Q&A on Twitter
Interview on Twitter with Isabel Schnabel, Member of the Executive Board of the ECB, conducted and published on 17 December 2020
18 December 2020
#AskECB Could you please summarise for someone without a formal education in economics: What functions does the ECB perform? How does the ECB affect the EU economy? What are the underlying economic principles that guide the ECB on its decisions?
Schnabel: The @ecb aims to avoid prices rising too fast or too slow so that consumers can rely on stable prices. In doing so, it helps the economy to recover from downturns & avoids the economy running hot. Decisions are based on our legal rules, economic analysis & data. #AskECB
Why the ECB decided not recalibrate the depo tiering system? Is still part of the tool kit?
Schnabel: The tiering system is working as intended, namely to preserve the accommodative impact of our negative interest rate policy while alleviating its most direct negative side effects for banks. We are continuously monitoring the development of excess liquidity. #AskECB
Schnabel: Monetary policy in the euro area is complicated by the fact that there are 19 sovereign bond markets and that safe haven flows may cause fragmentation within the euro area. A European safe asset would mitigate such destabilising safe haven flows. #AskECB
The SNB just announced it will exclude all companies primarily active in coal mining from its portfolios. Does the ECB feel inspired? #AskECB
Schnabel: It is very encouraging to see that other central banks are taking action in the fight against climate change. The @ecb will discuss its own potential actions with respect to climate change in our monetary policy strategy review. #AskECB
Schnabel: A cancellation of national debts would constitute a clear violation of the European Treaties. The debate is harmful and should be stopped. #AskECB
What type of fiscal commitments would help the ECB in the short run and in the long run? are you worried about the impact of the current monetary stance on asset prices, incl house prices?
Schnabel: In the short run fiscal support must not be withdrawn prematurely. In the long run we need a debate about common fiscal instruments at European level and a reform of the fiscal framework. We are monitoring the impact of our policies on asset prices carefully. #AskECB
Schnabel: Our monetary policy is effective. Economic growth & inflation would be lower without it. Green bonds are part of our portfolio and help to reduce the carbon footprint. We are reflecting more on climate issues with respect to our policies in the strategy review. #AskECB
What can the #ECB do for reducing our carbon footprint? Given the historic threat and thus our historic duty, what will you personally (as ECB exec board member) do? Thank you, @Isabel_Schnabel! #AskECB #ClimateChange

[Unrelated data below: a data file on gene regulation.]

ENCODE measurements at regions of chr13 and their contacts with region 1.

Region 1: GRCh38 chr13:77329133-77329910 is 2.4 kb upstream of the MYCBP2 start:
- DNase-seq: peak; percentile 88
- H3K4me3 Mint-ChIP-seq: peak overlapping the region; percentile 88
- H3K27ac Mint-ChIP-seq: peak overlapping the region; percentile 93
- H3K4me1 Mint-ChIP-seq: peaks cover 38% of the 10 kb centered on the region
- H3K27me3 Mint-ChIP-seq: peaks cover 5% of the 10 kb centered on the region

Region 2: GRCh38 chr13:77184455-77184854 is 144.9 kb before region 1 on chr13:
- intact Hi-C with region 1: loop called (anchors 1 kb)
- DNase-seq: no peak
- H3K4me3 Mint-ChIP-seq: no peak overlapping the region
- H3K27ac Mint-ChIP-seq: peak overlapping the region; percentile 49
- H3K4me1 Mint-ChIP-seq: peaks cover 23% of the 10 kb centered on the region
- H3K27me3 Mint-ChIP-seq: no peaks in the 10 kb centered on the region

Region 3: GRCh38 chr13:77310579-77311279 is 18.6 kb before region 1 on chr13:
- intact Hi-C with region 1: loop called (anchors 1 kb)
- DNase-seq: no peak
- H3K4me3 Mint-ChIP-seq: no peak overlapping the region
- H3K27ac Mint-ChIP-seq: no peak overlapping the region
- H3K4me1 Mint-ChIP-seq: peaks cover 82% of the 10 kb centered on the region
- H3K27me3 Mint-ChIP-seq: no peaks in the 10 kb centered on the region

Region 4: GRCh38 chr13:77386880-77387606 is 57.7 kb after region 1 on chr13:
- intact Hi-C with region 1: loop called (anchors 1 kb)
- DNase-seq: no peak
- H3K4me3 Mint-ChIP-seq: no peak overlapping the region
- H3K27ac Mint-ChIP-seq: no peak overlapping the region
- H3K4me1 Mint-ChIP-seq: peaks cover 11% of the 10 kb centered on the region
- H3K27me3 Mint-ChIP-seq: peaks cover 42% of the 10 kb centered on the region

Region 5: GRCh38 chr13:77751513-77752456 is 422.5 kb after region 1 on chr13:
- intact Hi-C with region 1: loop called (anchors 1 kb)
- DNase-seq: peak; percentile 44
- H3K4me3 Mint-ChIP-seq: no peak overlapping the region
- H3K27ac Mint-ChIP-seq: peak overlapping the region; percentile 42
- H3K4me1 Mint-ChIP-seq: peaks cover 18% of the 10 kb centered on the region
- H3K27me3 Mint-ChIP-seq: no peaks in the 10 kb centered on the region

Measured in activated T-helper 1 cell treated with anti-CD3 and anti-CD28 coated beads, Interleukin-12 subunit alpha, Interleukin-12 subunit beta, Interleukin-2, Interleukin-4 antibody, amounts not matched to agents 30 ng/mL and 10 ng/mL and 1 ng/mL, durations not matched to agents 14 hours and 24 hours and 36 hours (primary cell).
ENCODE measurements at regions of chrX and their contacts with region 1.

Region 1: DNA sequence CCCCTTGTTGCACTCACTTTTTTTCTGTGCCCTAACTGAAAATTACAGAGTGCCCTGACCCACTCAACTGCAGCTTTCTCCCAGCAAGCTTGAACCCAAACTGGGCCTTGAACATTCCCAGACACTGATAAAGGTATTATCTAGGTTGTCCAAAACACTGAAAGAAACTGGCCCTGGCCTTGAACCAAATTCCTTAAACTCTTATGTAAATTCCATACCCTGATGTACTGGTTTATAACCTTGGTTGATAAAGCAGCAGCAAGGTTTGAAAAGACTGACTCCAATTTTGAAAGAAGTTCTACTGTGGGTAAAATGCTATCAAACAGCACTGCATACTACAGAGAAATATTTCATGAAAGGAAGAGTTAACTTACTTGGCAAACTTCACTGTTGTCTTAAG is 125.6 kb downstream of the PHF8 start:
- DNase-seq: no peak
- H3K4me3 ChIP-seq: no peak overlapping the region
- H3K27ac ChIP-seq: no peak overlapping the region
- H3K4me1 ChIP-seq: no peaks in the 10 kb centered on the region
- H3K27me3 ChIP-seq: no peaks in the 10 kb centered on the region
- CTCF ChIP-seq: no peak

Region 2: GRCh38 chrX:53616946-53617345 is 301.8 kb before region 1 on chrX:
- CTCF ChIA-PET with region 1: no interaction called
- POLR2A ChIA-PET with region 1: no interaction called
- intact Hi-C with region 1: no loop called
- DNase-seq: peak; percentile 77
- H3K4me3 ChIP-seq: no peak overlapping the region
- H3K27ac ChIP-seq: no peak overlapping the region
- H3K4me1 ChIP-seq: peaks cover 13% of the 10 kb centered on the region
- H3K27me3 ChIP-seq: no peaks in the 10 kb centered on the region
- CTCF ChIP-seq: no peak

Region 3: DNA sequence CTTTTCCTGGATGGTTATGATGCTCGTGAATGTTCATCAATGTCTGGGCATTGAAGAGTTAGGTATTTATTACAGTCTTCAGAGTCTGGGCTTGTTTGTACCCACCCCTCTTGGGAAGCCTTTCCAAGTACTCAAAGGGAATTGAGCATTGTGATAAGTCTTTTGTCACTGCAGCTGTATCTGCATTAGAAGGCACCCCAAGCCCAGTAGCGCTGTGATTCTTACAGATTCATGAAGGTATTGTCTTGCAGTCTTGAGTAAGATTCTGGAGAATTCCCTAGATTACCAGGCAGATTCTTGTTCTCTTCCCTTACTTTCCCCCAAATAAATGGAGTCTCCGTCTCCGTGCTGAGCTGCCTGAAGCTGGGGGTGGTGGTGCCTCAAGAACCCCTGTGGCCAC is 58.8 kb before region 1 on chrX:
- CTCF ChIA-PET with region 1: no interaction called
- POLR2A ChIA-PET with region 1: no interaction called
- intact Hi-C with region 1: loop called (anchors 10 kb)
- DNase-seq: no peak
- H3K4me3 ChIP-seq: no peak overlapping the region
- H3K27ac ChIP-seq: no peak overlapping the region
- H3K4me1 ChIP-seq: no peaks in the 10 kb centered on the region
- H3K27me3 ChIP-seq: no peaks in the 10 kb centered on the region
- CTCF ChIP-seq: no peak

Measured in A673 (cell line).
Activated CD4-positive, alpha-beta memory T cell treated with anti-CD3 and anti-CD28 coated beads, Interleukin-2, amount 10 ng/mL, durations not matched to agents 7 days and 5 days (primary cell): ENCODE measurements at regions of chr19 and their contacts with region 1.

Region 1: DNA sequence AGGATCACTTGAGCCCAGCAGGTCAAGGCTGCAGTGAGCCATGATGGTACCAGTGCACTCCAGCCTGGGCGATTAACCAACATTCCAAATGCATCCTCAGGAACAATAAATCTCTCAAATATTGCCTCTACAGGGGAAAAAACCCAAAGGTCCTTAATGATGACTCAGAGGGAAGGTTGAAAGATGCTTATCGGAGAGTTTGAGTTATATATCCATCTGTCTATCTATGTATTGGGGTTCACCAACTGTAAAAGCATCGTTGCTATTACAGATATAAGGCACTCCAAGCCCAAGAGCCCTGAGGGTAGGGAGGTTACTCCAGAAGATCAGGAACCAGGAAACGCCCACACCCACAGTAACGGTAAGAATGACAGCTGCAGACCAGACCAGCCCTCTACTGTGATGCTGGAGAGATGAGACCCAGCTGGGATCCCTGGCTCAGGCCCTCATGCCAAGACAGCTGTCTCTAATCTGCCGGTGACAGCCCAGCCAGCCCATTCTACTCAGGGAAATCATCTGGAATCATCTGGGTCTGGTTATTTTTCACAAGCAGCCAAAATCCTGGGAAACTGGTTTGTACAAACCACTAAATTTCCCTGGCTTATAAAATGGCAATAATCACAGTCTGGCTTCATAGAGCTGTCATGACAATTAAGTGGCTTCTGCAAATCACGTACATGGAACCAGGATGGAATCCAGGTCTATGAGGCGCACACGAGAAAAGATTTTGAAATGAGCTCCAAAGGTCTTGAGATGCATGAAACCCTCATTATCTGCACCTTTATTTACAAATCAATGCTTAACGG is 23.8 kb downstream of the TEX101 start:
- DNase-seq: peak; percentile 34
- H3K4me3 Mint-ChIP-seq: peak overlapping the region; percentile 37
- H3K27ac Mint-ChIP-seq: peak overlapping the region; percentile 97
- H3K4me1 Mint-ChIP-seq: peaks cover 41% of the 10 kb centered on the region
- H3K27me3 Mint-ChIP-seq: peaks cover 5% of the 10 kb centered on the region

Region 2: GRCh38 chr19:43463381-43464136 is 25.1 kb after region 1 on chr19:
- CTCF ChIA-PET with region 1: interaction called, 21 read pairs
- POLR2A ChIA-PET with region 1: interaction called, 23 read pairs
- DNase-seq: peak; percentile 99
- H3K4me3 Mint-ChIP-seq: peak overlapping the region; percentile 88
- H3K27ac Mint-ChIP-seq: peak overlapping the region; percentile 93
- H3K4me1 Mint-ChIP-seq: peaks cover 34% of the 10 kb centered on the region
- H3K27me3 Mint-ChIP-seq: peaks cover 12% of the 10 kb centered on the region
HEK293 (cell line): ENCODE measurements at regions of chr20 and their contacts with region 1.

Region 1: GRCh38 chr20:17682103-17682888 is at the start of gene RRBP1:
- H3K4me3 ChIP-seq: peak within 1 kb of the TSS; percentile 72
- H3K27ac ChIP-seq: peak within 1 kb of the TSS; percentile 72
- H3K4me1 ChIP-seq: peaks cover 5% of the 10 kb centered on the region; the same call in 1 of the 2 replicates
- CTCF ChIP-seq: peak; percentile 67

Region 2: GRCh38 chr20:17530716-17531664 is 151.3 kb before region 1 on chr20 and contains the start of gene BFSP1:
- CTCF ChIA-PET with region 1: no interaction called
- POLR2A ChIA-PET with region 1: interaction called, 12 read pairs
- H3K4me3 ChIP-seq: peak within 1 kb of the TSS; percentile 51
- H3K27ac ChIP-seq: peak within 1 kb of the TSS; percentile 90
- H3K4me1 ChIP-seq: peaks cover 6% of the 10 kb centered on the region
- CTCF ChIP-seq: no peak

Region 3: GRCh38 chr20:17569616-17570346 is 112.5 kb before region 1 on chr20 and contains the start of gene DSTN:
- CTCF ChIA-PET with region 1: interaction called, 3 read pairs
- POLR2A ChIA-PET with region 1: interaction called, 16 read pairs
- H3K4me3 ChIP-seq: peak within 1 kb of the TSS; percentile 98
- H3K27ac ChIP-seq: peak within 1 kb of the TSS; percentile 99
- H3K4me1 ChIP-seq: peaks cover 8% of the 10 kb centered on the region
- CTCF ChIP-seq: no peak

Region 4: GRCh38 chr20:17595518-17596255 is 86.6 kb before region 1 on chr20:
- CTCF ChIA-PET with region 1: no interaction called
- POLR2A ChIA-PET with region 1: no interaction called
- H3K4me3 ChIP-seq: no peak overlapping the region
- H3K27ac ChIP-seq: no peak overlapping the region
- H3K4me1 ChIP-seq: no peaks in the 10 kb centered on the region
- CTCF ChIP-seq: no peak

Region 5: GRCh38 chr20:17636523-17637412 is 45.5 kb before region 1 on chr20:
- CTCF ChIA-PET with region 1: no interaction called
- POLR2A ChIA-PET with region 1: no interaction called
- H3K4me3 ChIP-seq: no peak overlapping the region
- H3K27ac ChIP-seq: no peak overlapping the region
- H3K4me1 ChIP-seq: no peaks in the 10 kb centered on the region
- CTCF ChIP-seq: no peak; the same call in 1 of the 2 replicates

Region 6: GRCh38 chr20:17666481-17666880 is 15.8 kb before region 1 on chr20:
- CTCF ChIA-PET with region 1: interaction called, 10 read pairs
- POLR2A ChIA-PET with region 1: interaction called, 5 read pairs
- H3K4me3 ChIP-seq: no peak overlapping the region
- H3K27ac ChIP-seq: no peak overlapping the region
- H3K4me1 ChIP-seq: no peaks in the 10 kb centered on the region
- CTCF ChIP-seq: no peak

Schnabel: We are exploring how the @ecb can contribute to the fight against climate change within our mandate. I support this process in all relevant areas like economic modelling, risk assessment, disclosure, monetary policy operations and own investments. #AskECB
How prevalent is “group think” within the ECB and how is this avoided? And who leads who...the cb or the market as many previous episodes seem to suggest the latter? #askECB
Schnabel: Group think is best avoided by involving people from diverse backgrounds in our decision-making. The ECB benefits from having people from all over the euro area. Gender equality is also important, and we are actively pursuing gender equality. #AskECB
@Isabel_Schnabel Warum weicht die EZB bei ihrem PSPP- u. PEPP-Programm signifikant von dem Verteilungsschlüssel gemäß Art. 29 der ESZB-Satzung ab (insb. Italien und Spanien), ohne dies öffentlich zu machen? Ist das Ihre Vorstellung von Transparenz?
Schnabel: The allocation of public asset purchases is guided by the capital key. The PEPP allows for deviations to counter fragmentation in the euro area. All deviations under the PEPP/PSPP can be inferred from our website #AskECB https://www.ecb.europa.eu/mopo/implement/pepp/html/index.en.html
“When will the PEPP draw to a close?”
Schnabel: Currently it is foreseen that net purchases are conducted until at least March 2022 and reinvestments until end-2023. The duration of the PEPP will depend on the evolution of the pandemic and its consequences for the economic and inflation outlook. #AskECB